The Perfect Storm for Advanced Estate Planning (Part 3)

In Part 1 of this three-part newsletter series, we discussed how right now may be the perfect time to undertake advanced estate planning transactions. Why? The reasons include historically low interest rates, relatively low and volatile asset valuations, and an expectation of higher taxation on the horizon. In Part 2, we discussed the reasons for undertaking this type of planning, who should be doing it and to what extent.

In this Part 3, we will be discussing the most important estate planning strategies to consider at this time.

I. Gifts and Loans

You now have the enhanced ability to help loved ones with tax free or taxable gifts and loans with historically low interest rates.

A. Tax free gifting

Utilizing tax free gifting is not an advanced estate planning technique, but it is always an important strategy to consider. Tax free gifting includes: (i) annual exclusion gifts (“present interest” gifts up to $15,000 per year from each donor to each beneficiary, so spouses can utilize twice this amount) ; (ii) unlimited tuition for schooling and health care expenses, but these amounts must be paid to the provider (school or health care provider or health insurance company) on the intended beneficiary’s behalf rather than directly to the intended beneficiary; and (iii) unlimited amounts to a spouse and charitable organizations.

B. Taxable gifting

Taxable gifting utilizes your (and your spouse’s) available basic exclusion amount (BEA). Even though taxable gifts are taxable, no tax amount is actually due to be paid unless and until you have total taxable gift and estate transfers that exceed your BEA amount. We discussed the BEA amount in Part 2 of this newsletter series. Under the temporary 2017 Tax Act, the BEA is $10 million indexed for inflation ($11.58 million in 2020), but is scheduled to return on January 1, 2026 to the 2012 Tax Act’s BEA amount of $5 million indexed for inflation (which is estimated to be about $6.5 million at that time). Each spouse in a married couple gets their own BEA amount, and is able to pass any unused BEA amount at their death to their spouse if the portability election is made by timely filing an IRS Form 706, Estate Tax Return.

Depending on your situation, it may make a lot of sense to partially or fully use your BEA (or possibly both spouses’ BEA amounts for married couples) before the BEA is essentially cut in half. See Part 2 of this newsletter series for a discussion of when the BEA may change and to what amount.

Taxable gifts can be made outright or in various types of trusts. However, making gifts in trust will normally maximize the benefits of gifting.

If you are not sure if you really want or need to make a large taxable gift to take advantage of the temporary effectively doubled BEA amount, you may want to take advantage of one of the bona-fide loan options discussed below. By initially structuring the transaction as a loan, you will retain the option to forgive part or all of loan in the future to effectively turn the loan into a gift at that time.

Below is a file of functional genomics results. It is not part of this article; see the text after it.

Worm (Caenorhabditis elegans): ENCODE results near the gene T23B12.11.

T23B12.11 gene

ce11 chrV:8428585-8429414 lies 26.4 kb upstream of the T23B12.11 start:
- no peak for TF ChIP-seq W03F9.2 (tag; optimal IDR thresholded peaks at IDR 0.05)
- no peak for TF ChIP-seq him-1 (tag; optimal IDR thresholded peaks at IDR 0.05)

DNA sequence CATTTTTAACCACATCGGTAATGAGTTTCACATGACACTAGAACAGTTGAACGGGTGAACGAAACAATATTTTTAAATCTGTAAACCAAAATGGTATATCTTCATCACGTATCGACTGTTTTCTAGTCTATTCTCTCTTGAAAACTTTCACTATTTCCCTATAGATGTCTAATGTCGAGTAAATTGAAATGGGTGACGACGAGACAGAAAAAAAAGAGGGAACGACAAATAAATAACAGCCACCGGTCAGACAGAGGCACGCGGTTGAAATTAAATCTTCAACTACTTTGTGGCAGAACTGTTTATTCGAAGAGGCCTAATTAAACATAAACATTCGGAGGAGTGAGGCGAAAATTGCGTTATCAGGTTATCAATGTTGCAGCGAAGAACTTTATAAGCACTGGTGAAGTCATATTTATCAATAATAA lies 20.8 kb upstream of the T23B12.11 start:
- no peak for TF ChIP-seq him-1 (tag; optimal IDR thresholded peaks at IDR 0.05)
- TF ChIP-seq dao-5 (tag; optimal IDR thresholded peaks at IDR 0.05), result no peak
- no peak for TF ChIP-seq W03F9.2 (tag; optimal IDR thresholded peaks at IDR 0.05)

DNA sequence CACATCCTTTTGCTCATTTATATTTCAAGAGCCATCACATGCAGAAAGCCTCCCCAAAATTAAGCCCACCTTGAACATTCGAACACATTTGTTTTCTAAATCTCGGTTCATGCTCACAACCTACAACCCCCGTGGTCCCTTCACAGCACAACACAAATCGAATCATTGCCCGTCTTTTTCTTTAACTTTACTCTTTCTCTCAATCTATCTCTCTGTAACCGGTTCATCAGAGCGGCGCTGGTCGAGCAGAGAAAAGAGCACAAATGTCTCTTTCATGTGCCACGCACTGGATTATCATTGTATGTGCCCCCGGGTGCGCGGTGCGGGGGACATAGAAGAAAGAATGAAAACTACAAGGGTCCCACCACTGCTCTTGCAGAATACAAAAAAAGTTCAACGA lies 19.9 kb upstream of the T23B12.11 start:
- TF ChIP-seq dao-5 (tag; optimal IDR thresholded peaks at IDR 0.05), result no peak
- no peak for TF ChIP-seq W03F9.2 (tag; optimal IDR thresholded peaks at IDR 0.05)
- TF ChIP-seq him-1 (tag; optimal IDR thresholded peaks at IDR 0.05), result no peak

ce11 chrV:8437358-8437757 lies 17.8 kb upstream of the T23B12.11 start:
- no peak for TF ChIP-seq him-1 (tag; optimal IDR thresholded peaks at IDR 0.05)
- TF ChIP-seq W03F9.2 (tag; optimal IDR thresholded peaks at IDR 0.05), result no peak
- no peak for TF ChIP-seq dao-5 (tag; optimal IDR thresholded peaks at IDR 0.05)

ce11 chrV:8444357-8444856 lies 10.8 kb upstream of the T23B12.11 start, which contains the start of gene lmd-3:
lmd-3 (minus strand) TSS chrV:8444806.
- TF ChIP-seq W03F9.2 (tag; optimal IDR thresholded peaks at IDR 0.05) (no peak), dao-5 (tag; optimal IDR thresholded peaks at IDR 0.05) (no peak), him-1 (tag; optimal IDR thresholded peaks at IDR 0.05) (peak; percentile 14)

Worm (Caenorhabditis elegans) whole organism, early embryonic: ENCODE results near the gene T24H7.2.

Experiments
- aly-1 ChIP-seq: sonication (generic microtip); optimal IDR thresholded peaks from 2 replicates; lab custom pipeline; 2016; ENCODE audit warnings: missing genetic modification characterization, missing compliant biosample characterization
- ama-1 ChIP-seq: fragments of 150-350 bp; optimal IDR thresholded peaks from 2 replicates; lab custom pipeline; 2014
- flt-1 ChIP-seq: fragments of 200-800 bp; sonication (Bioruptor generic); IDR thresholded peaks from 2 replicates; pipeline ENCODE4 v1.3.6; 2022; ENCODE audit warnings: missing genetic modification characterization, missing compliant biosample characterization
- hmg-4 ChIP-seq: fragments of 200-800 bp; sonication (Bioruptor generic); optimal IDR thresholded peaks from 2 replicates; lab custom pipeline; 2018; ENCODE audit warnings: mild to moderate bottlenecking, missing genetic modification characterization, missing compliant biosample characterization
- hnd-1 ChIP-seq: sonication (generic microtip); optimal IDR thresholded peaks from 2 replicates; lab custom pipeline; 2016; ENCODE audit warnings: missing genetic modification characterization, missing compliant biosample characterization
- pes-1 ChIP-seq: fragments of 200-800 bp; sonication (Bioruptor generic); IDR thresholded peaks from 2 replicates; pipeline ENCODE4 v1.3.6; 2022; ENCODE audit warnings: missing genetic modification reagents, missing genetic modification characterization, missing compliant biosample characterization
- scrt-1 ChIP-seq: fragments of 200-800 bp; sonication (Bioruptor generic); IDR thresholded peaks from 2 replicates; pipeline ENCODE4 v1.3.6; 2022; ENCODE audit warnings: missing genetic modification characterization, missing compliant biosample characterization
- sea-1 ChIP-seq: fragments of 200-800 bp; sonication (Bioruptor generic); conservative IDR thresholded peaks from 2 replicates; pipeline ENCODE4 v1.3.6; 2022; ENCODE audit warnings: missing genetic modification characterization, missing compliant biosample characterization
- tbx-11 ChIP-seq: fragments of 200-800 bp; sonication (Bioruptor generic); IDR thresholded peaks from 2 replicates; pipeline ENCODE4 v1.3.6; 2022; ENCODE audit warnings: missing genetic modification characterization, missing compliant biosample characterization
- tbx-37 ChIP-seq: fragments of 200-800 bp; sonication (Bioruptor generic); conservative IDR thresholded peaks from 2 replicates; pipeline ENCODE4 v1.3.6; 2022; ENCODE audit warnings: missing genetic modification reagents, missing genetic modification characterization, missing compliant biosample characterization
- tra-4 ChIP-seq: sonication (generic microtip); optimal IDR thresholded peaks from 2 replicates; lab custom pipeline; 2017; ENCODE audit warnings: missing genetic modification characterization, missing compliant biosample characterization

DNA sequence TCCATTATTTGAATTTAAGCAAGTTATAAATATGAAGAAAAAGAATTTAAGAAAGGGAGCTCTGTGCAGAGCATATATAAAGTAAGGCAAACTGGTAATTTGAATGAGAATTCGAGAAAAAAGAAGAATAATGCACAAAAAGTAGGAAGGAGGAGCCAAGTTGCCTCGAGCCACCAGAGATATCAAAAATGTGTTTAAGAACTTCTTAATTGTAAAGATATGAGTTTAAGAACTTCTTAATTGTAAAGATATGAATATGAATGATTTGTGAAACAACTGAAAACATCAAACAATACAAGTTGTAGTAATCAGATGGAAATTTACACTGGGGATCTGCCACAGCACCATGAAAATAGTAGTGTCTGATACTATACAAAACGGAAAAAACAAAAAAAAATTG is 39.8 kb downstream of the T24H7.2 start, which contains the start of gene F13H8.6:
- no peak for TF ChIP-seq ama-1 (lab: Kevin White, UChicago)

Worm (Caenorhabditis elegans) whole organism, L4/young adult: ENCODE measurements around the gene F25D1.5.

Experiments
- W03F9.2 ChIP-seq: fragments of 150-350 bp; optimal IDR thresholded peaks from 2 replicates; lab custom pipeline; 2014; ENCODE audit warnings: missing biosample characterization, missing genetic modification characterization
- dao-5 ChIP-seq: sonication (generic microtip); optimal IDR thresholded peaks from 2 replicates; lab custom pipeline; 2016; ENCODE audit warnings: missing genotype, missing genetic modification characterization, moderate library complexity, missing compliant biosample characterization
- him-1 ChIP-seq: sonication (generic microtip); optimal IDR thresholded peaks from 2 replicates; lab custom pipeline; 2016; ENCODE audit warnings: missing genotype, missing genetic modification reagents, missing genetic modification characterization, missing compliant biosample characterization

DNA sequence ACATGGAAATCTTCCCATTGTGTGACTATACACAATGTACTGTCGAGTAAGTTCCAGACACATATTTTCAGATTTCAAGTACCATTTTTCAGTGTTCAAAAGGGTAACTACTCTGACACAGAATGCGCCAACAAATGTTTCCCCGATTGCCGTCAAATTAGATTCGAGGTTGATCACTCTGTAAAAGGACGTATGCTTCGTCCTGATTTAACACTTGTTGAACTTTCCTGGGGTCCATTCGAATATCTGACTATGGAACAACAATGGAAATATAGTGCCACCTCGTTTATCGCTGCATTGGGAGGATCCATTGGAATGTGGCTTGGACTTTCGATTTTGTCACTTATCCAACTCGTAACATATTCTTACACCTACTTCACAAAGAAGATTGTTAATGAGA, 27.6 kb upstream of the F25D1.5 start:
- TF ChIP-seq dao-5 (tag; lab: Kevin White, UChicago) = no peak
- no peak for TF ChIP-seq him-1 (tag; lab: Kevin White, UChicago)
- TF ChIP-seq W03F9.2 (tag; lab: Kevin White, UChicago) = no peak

C. Low interest loans

The current historically low interest rates are the most important factor making this potentially the perfect time to undertake advanced estate planning. The simplest way to take advantage of these low interest rates is to make related party loans. As discussed in Part 1 of this newsletter series, these loans are required to have a minimum interest rate to avoid negative income and gift tax consequences under IRC Section 7872. These minimum interest rates change monthly and are referred to as the Applicable Federal Rates (AFRs). Loans up to a 3-year term use the short-term rate, loans up to a 9-year term use the mid-term rate, loans with terms over 9 years use the long-term rate, and certain statutorily approved transactions use the rate under IRC Section 7520, which is 120% of the mid-term rate (7520 rate). For July 2020, the short-term rate is 0.18%, the mid-term rate is 0.45%, the long-term rate is 1.17%, and the 7520 rate is 0.6%.

These type loans can be made for any legitimate purpose. For example, you can provide a lower cost mortgage to help your child with a home, you can help your child purchase a business, you can provide your child’s business with a needed cash infusion, or you can simply provide funds to your child to undertake all types of other investment activities.

For example, in July 2020, you loan $1 million to your child for a term of up to 9 years, interest paid annually with a balloon payment at the end of the chosen term. Your child would pay you interest of $4,500 annually and return the loaned funds by the end of the term. Now, let’s assume a very simple situation where your child invests the funds and averages a 7% annual simple interest rate of return on these funds over the term. In this case, your child will be earning $70,000 per year, which will net your child $65,500 annually after paying you the interest on the loan. In addition, your child will be paying income tax on this net earnings amount at your child’s likely lower income tax rates.

In summary, low interest loans allow you to shift excess earnings over the historically low AFR interest rate to your loved one without any wealth transfer tax effect and your loved one pays income tax on these excess earnings at their likely lower marginal income tax rates. From a non-tax perspective, these loans can be used to provide benefits to your loved ones at an historically low cost.

If instead the low interest loan is made to a grantor trust, you still get the same shifting of excess earnings over the historically low AFR interest rate to your loved ones in trust without any wealth transfer tax effect. However, you also get to make effective annual tax-free gift transfers to the trust by paying the income tax on the trust’s taxable income.